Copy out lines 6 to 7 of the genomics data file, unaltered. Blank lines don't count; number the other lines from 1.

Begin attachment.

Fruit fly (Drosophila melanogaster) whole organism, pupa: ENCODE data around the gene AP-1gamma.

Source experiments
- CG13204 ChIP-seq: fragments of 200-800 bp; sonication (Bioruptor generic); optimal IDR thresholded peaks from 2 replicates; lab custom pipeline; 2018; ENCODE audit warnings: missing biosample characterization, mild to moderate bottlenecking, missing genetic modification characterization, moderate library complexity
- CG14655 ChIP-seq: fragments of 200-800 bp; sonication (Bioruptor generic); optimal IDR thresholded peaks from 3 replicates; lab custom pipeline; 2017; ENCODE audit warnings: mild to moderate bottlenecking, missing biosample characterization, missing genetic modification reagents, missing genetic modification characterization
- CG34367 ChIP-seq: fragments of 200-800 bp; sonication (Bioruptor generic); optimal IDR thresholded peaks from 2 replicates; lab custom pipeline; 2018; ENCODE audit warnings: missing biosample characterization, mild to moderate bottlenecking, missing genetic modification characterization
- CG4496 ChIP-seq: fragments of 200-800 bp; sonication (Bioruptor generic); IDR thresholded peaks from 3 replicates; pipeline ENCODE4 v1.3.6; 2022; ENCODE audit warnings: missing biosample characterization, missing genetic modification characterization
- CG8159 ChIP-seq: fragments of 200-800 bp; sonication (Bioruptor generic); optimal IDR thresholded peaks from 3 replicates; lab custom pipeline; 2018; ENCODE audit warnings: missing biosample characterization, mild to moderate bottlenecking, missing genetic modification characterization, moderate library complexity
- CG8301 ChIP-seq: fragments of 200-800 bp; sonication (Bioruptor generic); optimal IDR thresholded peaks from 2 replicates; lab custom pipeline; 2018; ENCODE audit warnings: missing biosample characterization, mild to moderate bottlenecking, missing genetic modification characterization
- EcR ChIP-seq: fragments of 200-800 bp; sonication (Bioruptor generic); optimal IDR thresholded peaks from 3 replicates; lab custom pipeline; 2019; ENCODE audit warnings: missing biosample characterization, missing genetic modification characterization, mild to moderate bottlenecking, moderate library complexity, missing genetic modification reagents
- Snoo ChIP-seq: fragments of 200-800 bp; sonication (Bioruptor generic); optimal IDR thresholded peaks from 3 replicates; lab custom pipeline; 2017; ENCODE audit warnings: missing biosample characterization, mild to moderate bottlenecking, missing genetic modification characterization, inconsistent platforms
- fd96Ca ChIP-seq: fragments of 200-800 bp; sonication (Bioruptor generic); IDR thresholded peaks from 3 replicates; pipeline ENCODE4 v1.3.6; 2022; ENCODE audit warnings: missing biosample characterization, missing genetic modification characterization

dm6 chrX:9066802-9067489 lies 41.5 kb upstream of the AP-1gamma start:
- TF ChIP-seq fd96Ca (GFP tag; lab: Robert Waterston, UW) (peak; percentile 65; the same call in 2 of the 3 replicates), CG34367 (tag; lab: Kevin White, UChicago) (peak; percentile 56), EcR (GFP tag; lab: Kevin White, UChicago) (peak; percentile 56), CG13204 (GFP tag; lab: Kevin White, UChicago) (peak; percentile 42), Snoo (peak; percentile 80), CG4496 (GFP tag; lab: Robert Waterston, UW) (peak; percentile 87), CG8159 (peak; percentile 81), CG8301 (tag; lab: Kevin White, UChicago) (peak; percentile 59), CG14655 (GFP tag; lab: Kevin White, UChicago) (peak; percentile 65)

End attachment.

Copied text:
- CG4496 ChIP-seq: fragments of 200-800 bp; sonication (Bioruptor generic); IDR thresholded peaks from 3 replicates; pipeline ENCODE4 v1.3.6; 2022; ENCODE audit warnings: missing biosample characterization, missing genetic modification characterization
- CG8159 ChIP-seq: fragments of 200-800 bp; sonication (Bioruptor generic); optimal IDR thresholded peaks from 3 replicates; lab custom pipeline; 2018; ENCODE audit warnings: missing biosample characterization, mild to moderate bottlenecking, missing genetic modification characterization, moderate library complexity